Here is my Persian Prince!
To be honest, covering up is not easy at all. I use to love the negative attention I would get, not to mention how beautiful the non-modest gowns are nowadays. However, every single day I struggle with tzniut (modesty) I wake up to a new meaning of why I am doing this and how much it means to my marriage and my spiritual growth. I know it works; I just need to stick with it. I take steps back, I take steps forward, I hesitate but ultimately it is not about perfection, it is all about direction.
Rabbi Ba'alhaness married our friends last Sunday night and almost 15 years ago married us too! It was so wonderful to see him at the wedding. He is such a special man.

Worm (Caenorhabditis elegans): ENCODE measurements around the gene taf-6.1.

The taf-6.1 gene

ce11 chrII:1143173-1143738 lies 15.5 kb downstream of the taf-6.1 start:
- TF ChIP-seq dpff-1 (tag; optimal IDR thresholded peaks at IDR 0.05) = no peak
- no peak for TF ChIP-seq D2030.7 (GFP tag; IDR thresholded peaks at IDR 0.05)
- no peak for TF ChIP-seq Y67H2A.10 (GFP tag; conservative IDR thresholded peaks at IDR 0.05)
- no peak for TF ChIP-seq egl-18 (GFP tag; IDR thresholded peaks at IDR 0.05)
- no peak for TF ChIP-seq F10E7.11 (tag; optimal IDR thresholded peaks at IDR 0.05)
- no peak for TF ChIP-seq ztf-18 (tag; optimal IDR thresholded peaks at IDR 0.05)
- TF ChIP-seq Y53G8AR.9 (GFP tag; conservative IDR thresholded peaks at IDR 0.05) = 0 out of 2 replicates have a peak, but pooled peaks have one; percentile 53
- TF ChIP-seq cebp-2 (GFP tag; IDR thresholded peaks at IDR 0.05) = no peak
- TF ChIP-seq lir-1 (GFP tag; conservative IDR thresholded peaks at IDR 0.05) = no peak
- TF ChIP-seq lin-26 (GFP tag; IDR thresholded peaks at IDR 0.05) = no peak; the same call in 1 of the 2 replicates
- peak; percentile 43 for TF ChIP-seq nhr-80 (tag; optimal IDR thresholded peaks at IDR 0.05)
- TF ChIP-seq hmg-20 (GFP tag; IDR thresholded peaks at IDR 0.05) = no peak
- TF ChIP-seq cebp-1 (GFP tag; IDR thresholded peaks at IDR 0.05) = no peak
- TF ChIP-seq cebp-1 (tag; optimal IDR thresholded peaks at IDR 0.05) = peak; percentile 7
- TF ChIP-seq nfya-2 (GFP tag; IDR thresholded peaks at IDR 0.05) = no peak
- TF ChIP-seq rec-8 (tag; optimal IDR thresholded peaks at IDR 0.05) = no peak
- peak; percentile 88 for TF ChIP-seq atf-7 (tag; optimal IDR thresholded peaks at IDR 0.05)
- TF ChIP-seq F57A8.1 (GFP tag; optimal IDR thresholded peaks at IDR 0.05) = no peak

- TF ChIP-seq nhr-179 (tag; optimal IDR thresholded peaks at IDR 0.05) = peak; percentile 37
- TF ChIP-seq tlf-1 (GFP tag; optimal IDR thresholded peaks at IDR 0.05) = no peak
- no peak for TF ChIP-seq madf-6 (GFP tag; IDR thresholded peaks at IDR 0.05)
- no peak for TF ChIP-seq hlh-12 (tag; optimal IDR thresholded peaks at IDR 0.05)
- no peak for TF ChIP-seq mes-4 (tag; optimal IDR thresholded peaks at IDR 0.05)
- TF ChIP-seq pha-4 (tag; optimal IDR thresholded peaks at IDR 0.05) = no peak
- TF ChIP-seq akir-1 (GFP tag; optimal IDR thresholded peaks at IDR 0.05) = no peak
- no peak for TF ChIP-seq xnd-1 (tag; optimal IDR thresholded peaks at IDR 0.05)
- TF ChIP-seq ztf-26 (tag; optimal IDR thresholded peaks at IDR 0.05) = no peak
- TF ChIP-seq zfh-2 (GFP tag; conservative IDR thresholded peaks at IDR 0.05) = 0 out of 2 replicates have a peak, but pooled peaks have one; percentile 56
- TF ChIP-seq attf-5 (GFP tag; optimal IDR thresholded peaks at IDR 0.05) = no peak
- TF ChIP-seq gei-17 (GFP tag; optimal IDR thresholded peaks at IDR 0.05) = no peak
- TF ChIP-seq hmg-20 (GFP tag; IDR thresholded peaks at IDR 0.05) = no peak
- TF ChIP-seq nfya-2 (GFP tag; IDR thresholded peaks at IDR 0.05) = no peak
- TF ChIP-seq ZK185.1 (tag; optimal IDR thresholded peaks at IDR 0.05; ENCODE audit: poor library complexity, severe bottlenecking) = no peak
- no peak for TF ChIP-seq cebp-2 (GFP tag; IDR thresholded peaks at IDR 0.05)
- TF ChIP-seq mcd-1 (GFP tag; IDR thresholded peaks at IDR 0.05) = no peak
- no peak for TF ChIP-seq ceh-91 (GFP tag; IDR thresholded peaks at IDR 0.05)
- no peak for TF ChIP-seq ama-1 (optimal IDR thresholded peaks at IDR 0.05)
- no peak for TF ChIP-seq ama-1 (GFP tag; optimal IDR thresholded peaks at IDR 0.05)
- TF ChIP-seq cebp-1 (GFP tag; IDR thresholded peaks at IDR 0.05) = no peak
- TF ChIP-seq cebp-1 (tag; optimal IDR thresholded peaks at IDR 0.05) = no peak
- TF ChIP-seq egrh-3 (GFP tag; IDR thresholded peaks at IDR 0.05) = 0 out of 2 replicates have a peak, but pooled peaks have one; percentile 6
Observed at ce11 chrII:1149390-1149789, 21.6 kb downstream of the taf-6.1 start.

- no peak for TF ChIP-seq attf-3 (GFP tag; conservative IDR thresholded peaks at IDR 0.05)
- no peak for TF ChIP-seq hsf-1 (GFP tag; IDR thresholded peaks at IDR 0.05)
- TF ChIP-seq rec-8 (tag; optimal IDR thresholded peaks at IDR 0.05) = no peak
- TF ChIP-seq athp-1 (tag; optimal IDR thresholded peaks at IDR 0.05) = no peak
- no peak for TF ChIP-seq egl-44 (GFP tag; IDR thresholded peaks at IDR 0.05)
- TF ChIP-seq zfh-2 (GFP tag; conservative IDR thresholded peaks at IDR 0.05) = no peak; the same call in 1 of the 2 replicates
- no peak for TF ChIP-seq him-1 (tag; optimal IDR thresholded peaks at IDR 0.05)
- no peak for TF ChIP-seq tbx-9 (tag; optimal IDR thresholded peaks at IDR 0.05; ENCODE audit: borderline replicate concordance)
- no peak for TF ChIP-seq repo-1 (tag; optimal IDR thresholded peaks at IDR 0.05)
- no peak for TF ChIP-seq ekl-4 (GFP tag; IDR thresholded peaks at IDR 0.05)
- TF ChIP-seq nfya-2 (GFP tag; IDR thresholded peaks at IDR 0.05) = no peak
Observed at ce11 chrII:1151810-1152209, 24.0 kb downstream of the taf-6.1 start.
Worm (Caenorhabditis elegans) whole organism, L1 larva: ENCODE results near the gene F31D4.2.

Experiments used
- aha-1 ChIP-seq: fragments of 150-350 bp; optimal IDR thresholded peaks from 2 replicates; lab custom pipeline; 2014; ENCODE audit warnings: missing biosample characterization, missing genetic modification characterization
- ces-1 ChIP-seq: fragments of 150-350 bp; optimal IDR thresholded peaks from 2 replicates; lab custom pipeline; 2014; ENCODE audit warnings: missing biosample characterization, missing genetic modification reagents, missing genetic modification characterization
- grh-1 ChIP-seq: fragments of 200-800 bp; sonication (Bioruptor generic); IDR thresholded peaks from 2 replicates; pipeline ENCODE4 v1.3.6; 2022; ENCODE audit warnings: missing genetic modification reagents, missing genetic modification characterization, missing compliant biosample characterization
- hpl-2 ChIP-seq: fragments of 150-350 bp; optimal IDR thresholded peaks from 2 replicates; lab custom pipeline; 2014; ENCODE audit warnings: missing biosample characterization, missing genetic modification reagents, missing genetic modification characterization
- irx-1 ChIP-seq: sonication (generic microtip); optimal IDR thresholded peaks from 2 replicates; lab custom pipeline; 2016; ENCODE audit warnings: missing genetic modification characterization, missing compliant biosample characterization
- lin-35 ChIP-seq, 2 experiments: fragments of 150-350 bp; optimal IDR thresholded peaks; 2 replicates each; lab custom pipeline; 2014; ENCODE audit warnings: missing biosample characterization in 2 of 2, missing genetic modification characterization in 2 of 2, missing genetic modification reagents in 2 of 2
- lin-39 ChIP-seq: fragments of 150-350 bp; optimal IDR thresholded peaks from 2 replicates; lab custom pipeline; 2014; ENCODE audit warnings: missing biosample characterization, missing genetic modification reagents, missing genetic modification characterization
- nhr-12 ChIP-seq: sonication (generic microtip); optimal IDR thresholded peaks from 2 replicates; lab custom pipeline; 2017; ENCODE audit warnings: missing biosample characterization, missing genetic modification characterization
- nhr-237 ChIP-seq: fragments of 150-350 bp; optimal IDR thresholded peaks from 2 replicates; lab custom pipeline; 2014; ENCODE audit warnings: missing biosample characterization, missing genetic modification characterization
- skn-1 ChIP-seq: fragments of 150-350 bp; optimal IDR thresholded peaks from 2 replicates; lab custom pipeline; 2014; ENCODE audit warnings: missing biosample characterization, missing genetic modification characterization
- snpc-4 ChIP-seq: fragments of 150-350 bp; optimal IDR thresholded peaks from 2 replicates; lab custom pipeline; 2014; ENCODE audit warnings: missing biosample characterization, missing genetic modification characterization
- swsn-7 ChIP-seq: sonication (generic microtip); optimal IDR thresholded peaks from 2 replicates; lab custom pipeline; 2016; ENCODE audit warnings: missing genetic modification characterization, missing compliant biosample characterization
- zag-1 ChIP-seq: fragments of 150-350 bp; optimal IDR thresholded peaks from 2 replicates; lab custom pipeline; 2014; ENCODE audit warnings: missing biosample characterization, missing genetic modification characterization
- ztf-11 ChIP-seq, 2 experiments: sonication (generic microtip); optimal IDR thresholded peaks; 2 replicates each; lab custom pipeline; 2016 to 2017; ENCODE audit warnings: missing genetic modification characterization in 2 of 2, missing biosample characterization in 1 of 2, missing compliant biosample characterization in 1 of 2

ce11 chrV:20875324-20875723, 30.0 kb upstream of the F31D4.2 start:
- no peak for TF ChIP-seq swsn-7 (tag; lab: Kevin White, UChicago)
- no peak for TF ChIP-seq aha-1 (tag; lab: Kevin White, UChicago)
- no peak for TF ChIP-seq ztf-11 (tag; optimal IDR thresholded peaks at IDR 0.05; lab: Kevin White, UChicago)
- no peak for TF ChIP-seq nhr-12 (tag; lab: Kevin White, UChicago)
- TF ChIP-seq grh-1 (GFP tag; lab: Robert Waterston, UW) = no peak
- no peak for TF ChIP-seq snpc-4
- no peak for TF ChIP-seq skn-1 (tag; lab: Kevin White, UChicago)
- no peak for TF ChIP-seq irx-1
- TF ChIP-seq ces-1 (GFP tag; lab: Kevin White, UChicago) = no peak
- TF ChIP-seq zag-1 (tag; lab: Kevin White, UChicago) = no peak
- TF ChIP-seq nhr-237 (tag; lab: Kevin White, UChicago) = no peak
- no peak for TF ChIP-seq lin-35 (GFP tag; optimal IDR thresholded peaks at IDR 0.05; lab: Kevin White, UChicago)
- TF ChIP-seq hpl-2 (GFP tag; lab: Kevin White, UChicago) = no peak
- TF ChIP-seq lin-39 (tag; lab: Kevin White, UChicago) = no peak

Now please, don’t even start thinking I am judging anyone here. I am only focusing on my personal quest. The beauty of Judaism is that nobody is forcing this on anyone (If that is not the way you feel, you need to get help) and there is room for all us in the wagon whether we are showing or not. To me, venturing into the laws of modesty should be a personal and private choice and it ranges from the length of a skirt to the even the way we talk.
Here is the groom (Chatan) looking under his bride's (Kallah) veil to make sure he does not get cheated like Yaakov got cheated when his father-in-law switched Rachel for Leah . This is a beautiful Jewish custom and makes for a great picture of this happy couple!